- Series Information
- The Oxford Handbook of Prisons and Imprisonment
- List of Contributors
- The Imprisonment Boom of the Late Twentieth Century: Past, Present, and Future
- Who Goes to Prison?
- Mass Incarceration and Conditions of Confinement
- Exploring Imprisonment across Cross-National Contexts
- Theories of Mass Incarceration
- Subcultural Adaptations to Incarceration
- The Real Gangbanging Is in Prison
- Women in Prison
- Impact of Incarceration on Families and Communities
- The Two Cultures: Correctional Officers and Key Differences in Institutional Climate
- Measuring and Explaining Inmate Misconduct
- Prison Riots
- Drugs and Prisons
- A General Model of Harm in Correctional Settings
- Understanding the Contours of Prison Disciplinary Procedures
- The Effects of Administrative Segregation: A Lesson in Knowledge Cumulation
- A Comparison of British and American Policies for Managing Dangerous Prisoners: A Question of Legitimacy
- Adult Offender Assessment and Classification in Custodial Settings
- Principles of Effective Intervention with Incarcerated Offenders
- Employment and Vocation Programs in Prison
- Treating Sex Offenders in Prison
- The Multiple Faces of Reentry
- Implementing Prison-based Treatment Programs
- Preventing Suicide in Detention and Correctional Facilities
- Offenders with Mental Illness in Prison
- The Problem of Incarcerating Juveniles with Adults
- The Effect of Prisons on Crime
- Private Prisons in a New Environment
- Policy and Program Innovations in Prisons
- Useful versus Harmful Prison Policies
Abstract and Keywords
This essay provides some of the general profiles of female inmates across the United States and how they differ from those for male inmates. The unique problems faced by women in prisons that can interfere with their adaptation to confinement (e.g., pregnancies, recent births, separation from children) are described. How histories of physical and sexual abuse can impact institutional adjustment is also discussed in conjunction with a review of “gender-responsive” programs and why some programs should not be used for both men and women. Possible reasons for the rising incarceration rates of women are also considered. Prison administrators should consider making changes to their policies, management styles, and programming or service provisions in order to better respond to women’s unique needs. The future of gender-responsiveness in corrections will likely entail an expanded recognition of gender-responsive needs and, eventually, the implementation of a wide range of services across all correctional systems.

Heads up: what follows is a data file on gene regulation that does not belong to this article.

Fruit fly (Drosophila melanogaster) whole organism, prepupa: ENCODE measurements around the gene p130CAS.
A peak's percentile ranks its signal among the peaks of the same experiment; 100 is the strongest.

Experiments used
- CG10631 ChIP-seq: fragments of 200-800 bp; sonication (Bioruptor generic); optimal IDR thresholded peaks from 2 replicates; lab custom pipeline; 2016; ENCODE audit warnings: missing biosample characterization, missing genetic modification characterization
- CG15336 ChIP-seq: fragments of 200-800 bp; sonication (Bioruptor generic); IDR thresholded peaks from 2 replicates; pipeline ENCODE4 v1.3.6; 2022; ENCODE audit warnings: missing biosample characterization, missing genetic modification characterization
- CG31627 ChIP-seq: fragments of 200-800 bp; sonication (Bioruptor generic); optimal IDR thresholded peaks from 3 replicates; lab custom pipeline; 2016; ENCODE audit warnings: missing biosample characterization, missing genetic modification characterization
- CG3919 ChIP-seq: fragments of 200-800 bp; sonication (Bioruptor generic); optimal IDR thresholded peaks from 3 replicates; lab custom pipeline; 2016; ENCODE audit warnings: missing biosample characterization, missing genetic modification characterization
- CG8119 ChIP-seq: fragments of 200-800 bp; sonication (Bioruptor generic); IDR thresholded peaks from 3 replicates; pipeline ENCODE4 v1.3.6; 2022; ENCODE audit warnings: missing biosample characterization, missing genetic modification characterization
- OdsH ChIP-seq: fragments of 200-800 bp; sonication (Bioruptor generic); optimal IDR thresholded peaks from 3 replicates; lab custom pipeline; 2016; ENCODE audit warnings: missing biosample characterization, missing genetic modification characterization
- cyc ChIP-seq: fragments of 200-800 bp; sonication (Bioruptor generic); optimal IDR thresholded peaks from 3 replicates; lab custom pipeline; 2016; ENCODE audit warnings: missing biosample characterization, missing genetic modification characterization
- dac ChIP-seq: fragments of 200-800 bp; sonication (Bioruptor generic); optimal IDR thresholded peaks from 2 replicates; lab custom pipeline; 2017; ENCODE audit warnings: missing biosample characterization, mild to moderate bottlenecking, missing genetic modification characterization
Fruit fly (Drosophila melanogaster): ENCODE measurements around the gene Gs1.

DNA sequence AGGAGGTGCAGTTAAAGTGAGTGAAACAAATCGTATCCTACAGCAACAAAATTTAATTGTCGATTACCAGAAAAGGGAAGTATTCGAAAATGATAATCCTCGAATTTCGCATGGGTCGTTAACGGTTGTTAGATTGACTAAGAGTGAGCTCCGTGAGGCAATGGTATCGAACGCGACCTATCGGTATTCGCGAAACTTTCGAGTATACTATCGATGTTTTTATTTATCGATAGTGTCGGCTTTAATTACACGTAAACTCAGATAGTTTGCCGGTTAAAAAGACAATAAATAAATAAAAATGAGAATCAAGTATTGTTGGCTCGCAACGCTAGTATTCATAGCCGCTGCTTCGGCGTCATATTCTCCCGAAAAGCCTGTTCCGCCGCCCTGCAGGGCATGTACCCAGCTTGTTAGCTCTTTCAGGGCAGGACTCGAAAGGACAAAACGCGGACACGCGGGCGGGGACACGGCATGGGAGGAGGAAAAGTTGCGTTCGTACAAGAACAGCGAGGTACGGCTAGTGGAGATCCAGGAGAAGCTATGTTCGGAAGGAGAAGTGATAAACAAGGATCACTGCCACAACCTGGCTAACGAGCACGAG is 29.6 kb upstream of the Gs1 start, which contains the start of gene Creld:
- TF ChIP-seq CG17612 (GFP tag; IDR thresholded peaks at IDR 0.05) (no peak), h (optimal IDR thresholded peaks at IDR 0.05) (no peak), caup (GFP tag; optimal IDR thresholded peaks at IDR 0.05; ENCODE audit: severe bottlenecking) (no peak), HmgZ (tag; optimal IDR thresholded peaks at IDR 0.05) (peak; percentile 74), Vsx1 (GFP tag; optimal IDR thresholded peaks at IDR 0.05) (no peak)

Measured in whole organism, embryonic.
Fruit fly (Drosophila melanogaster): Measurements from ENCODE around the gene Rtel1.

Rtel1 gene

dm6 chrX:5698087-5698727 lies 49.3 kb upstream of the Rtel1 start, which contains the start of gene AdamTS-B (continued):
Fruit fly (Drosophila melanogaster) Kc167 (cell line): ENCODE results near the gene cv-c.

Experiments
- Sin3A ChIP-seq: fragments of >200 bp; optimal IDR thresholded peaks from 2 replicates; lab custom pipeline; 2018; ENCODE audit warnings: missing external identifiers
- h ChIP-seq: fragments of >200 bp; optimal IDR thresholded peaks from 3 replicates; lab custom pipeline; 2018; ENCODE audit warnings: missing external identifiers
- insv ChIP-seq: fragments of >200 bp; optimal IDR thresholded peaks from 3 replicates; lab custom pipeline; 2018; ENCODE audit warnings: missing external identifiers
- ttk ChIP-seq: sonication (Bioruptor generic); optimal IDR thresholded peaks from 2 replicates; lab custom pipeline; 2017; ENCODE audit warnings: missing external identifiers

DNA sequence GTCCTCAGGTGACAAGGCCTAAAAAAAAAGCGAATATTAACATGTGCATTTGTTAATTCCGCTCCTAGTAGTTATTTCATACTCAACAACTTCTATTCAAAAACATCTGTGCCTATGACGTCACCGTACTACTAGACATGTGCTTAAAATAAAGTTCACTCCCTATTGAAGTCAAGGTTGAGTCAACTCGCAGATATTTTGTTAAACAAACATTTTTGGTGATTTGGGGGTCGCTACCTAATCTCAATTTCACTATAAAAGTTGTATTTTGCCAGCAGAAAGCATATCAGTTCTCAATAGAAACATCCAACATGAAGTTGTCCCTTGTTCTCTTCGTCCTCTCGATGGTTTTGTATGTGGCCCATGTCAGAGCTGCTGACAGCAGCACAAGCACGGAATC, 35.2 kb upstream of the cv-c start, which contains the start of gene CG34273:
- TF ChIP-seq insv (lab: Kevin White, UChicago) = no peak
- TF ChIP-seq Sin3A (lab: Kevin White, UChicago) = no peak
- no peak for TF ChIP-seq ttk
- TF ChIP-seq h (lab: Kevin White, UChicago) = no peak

Emily M. Wright PhD, is a professor in the School of Criminology and Criminal Justice at the University of Nebraska at Omaha. Her research involves neighborhoods, intimate partner violence, victimization, exposure to violence, and female offenders. Her research has appeared in Criminology, Child Abuse & Neglect, Journal of Research in Crime and Delinquency, and Trauma, Violence, & Abuse.
Calli M. Cain is a doctoral candidate in the School of Criminology and Criminal Justice at the University of Nebraska, Omaha. Her primary research interests include the victim–offender overlap, gender differences, corrections, and juvenile delinquency. She has recently published in Criminal Justice & Behavior, Violence & Victims, Criminal Justice Policy Review, and Trauma, Violence, & Abuse.
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